Choi has been a lifetime advocate of economic freedom and has taken a prominent role in the administration and his committee has taken a prominent role in fighting what he has noted on the committee's Web site as ``nonsense'' regulations.

The future of Korea may be in hands of the mainstream if the mainstream can be motivated to act. If the mainstream is willing to stand up against the minority it is likely that Korea will head down the path to joining the ranks of the most developed nations.

The question remains whether the Lee administration or other political leaders can motivate this mainstream to stand up against the minority or will major reforms be stymied again by this politically powerful, yet, small minority.

This post can be found in Korean here.


Learn from Lee Administration

Korea Times

October 2, 2009
by Sean C. Hayes (Host of this blog)

The Lee Myung-bak administration and local governments have been pumping money into the economy through infrastructure spending. The administration has also lessened the regulatory burden on builders and provided funds for infrastructure and other building improvements.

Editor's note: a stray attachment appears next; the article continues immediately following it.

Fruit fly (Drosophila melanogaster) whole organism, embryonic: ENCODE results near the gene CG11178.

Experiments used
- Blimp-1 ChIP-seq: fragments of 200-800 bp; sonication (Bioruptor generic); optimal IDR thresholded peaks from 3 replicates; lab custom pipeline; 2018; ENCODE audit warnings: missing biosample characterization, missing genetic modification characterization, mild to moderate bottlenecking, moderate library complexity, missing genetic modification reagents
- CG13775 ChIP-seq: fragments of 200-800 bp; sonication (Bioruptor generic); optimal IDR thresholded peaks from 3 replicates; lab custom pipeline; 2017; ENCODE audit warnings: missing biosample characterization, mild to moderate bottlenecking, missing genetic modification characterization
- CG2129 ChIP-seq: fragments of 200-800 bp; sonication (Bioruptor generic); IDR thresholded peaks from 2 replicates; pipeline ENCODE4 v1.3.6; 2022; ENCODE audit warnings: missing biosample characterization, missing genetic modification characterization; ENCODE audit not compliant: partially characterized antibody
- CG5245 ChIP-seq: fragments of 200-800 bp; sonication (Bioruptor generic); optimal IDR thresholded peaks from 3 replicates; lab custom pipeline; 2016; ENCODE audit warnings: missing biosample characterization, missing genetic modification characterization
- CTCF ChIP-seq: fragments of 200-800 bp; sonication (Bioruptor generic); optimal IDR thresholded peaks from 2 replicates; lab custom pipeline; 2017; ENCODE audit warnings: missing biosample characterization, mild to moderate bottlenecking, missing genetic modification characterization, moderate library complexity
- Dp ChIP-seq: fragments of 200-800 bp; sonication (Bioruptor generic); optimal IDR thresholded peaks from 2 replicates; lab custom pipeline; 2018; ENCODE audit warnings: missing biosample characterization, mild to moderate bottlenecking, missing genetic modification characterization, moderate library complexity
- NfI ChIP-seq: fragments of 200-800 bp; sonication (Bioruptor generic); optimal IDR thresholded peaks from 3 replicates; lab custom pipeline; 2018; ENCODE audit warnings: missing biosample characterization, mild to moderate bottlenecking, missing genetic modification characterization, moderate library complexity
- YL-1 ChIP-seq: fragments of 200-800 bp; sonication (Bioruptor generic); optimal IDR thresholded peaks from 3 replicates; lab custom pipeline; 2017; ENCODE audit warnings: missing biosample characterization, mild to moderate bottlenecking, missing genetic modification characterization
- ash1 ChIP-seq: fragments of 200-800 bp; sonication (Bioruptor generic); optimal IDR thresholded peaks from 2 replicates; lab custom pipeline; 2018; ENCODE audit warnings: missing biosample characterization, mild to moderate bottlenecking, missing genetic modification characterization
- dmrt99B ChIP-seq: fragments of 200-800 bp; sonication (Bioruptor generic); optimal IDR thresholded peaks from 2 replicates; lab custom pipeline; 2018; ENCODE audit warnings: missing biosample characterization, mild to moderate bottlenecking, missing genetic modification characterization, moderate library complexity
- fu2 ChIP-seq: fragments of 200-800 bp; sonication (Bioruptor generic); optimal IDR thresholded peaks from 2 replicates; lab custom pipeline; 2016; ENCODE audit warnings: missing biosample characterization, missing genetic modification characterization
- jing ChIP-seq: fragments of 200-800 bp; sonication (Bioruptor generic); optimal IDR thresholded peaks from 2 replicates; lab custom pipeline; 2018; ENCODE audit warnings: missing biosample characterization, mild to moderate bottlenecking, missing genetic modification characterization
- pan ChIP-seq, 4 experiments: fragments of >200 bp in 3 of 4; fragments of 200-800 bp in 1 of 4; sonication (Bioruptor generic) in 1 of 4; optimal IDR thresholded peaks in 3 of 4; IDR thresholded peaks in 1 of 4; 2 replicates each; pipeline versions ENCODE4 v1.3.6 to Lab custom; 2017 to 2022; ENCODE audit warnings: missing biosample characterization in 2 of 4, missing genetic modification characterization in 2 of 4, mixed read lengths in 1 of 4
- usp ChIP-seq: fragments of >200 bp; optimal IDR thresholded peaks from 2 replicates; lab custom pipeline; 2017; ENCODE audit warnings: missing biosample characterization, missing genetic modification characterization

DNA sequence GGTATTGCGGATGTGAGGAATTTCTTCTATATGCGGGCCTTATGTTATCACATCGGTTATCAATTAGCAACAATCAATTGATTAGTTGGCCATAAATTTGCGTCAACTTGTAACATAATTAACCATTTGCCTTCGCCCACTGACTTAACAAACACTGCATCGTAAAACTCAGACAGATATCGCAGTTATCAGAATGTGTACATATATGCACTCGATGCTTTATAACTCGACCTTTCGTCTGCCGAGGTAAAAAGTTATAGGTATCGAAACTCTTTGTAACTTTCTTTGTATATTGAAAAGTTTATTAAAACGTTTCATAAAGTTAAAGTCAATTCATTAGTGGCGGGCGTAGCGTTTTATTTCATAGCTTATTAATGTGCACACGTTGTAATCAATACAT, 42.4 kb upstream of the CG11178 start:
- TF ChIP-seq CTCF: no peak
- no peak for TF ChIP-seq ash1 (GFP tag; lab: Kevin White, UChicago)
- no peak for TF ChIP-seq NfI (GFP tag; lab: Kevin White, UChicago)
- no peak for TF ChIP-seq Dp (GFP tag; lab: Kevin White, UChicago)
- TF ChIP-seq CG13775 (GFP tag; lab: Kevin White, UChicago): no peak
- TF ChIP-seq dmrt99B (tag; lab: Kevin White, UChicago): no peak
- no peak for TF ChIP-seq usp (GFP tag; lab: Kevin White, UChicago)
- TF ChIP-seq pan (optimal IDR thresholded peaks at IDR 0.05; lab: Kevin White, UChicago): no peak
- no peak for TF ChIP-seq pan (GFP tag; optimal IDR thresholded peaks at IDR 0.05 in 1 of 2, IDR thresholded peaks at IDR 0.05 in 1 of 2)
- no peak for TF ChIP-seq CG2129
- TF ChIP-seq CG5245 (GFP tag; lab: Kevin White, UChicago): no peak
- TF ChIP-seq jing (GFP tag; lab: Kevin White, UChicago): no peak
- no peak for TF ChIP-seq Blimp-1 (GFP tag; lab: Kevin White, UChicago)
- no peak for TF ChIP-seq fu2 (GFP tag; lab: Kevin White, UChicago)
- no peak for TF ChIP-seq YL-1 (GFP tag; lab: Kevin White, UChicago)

U.S. President Barack Obama, on the other hand, created a stimulus package that overwhelmingly has been used by states to pay for social program promises by politicians and feed the folks that put the Obama administration into office.

For example, a group backed by Al Gore received a $600-million grant to develop an electric car; numerous charities that promoted liberal democratic causes received a stimulus fund; $30 million went to a train station that was abandoned for over 30 years; and $1 billion is going to a ``FutureGen" power plant that seems likely to be never put into operation.

Of course, if the Republicans were in office this same type of cronyism would have occurred, but in a time of such need the political powers should have left politics at the back door.